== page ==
De gustibus...

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De gustibus...

Post  AlainK on Sat Oct 31, 2015 3:29 pm

... et coloribus non disputandum.

Actually, this proverb might not be true: it could be important to discuss about tastes and colours, or even dispute about what is, and what should be. But in the right place.

For instance, what do you think of this buxus, that was awarded a Gold Medal at a national exhibition in China in 1989? (NB: it's what is called "Yangzhou" style)?

[img][/img]


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Re: De gustibus...

Post  JimLewis on Sat Oct 31, 2015 4:23 pm

I think it is "neat!"  (Table's a bit small, though.)


Thanks, Alain <g>

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Re: De gustibus...

Post  Richard S on Sat Oct 31, 2015 8:04 pm

It's not really my taste to be honest although it does have elements that I like.

The trunk movement is generally attractive and there may be a lot more interest there than is visible in the photo. Although the flat foliage pads look slightly odd to my eye that might simply be my unfamiliarity with this style. This may be highly stylised or it may just represent the way some trees grow in China. I don't know.

Either way the problem for me is with the lower right foliage pad which appears out of proportion and a different shape to the others. If it was a bit shorter and thinner like the other two the tree would work better I think but I know nothing about the Yanzghou style.

If it was mine I'd be tempted to try it in a shallower pot and round out the foliage pads abit but what do I know?

Regards

Richard


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Re: De gustibus...

Post  AlainK on Sat Oct 31, 2015 8:29 pm

Richard S wrote:
... but what do I know?

Regards

Richard


About as much as I do I'm sure Very Happy

This is of course an extreme example, but our view of trees in a pot is so strongly influenced by our culture. Even in "our culture(s)", forms are constantly evolving.

To me, a piece of art (like bonsai) has to have an emotional impact on the viewer. This is why I think that Oscar Wilde's theories about art miss the point: art is "political", it's part of the "polis" ( πόλις ), the city, the community of people living together, it's a symbolic representation of who the people in a given community are.

I don't belong to the culture of the "yangzhou" style, I find this tree rather puzzling, but at the same time I find it somehow attractive because of its "oddity" compared to my own standards. Placed in the right environment, it would probably look very different to my eyes (I'm a fan of Kung-Fu movies like "House of Flying Daggers" Embarassed )

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Re: De gustibus...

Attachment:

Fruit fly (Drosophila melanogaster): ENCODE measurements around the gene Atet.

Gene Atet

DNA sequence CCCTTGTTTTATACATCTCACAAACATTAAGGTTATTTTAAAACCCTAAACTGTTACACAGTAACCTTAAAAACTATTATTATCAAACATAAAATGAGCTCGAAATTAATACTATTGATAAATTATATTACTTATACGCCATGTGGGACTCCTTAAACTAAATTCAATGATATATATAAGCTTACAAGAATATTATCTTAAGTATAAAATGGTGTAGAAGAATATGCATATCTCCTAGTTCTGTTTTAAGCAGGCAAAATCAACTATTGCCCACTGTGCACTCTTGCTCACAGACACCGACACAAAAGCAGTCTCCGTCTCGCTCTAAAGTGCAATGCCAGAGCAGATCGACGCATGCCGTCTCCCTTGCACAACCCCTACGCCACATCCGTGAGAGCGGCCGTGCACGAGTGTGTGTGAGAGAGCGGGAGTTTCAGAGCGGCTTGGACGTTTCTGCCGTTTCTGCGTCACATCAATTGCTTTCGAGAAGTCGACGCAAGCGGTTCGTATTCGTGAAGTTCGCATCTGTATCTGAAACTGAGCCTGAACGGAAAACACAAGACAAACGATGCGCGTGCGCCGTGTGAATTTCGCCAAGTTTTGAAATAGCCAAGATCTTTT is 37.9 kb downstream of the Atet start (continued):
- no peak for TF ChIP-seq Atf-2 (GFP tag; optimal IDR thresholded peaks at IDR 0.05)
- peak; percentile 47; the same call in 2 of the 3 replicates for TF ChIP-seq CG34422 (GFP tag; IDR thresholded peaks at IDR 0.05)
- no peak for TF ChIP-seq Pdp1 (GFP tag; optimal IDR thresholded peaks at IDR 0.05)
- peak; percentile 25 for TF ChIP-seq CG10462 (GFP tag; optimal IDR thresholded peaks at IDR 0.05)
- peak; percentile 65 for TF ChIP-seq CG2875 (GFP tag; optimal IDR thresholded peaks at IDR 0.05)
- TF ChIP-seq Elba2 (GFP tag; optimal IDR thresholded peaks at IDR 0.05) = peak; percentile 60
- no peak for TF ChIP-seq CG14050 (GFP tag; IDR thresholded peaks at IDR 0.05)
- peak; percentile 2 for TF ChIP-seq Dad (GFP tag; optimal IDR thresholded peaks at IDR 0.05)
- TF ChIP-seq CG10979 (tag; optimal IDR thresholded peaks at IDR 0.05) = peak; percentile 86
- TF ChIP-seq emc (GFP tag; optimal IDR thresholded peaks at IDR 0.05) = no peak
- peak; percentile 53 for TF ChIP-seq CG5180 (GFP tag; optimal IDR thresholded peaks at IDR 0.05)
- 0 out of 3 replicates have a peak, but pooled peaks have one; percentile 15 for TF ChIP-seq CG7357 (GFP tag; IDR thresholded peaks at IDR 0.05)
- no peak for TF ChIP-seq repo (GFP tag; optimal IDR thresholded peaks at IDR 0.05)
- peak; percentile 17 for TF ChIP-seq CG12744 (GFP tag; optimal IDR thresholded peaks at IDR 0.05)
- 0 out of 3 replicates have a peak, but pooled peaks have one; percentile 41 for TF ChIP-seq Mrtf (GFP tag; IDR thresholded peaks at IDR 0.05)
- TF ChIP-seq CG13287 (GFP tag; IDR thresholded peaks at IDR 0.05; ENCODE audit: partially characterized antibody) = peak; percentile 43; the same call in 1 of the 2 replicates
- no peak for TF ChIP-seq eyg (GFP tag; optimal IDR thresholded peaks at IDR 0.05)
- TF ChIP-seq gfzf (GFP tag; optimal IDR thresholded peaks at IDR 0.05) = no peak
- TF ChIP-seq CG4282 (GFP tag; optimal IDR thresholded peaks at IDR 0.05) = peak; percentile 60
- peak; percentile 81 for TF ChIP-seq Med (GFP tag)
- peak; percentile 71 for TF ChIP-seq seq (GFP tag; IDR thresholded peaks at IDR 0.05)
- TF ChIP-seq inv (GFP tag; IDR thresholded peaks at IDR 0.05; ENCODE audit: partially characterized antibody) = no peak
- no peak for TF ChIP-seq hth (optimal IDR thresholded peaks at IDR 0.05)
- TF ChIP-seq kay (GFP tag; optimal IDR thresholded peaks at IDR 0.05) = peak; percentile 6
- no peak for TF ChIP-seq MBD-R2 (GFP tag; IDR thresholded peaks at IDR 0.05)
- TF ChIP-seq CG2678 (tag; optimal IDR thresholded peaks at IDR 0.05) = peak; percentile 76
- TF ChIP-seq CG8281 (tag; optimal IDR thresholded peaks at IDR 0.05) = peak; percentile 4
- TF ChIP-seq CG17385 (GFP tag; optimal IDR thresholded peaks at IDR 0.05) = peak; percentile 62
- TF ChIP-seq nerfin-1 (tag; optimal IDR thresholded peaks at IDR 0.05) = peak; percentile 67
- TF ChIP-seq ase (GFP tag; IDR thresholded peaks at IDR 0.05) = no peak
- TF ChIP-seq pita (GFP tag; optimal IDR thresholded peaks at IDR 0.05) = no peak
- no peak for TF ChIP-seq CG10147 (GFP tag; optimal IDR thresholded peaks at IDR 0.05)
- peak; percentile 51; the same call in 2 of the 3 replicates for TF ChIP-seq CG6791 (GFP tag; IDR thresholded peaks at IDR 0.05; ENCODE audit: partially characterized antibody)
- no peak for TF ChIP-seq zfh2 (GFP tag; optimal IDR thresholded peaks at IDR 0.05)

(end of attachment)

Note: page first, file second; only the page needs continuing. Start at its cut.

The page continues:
Post  Khaimraj Seepersad on Sun Nov 01, 2015 10:58 am

Bonsai / Penjing,

appeals to the imagination/memory.
Imagination is the brain reshuffling images seen through the eyes.

This style does not exist on this island as trees go, but clouds do, So I could easily see it as trees in the mountains when the clouds come down. As they do frequently in our Northern range. The green becomes the cloud.

It also features a good deal of negative or empty space, so my eye shifts to patterns cut here and te here, especially if the background were a different colour /s.

In fact a little more and I see the scarlet ibis or white egrets sitting in the mangroves, come late evening.

Fun exercise.
Laters.
Khaimraj

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Re: De gustibus...

Post  AlainK on Sun Nov 01, 2015 2:01 pm

Thank you very much for your vision of this tree Khaimraj, it certainly gives me (and hopefully others too) a much better understanding of the tree.

This is a very valuable contribution, I appreciate Wink


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Re: De gustibus...

Post  John Quinn on Sun Nov 01, 2015 2:50 pm

"In the Yangzhou school style...curved S-shaped branches on each main branch are tied together and trimmed to form a flat horizontal oval-shaped leaf crown that looks like a floating cloud or yunpian. This Yangzhou style aims to represent an aged cliff-hanging tree struggling to maintain its foothold on a steep mountain bluff...When the yunpian or floating clouds are spread out on a single horizontal plane but not more than two planes, the style is called taishi or platform style. When they hang in more than two planes, it is referred to as qiaoyunshi or handsome cloud style." - Adapted from The Chinese Art of Bonsai & Potted Landscapes by YC Shen, Unison Group, Inc. 1991


See also: http://ibonsaiclub.forumotion.com/t8028-flat-top-style

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Re: De gustibus...

Post  my nellie on Sun Nov 01, 2015 5:57 pm

AlainK wrote:... et coloribus non disputandum.
Actually, this proverb might not be true: it could be important to discuss about tastes and colours, or even dispute about what is, and what should be. But in the right place
I do like such kind of discussions. I believe they are most educative (on the condition the arguers remain... sober) Very Happy

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Re: De gustibus...

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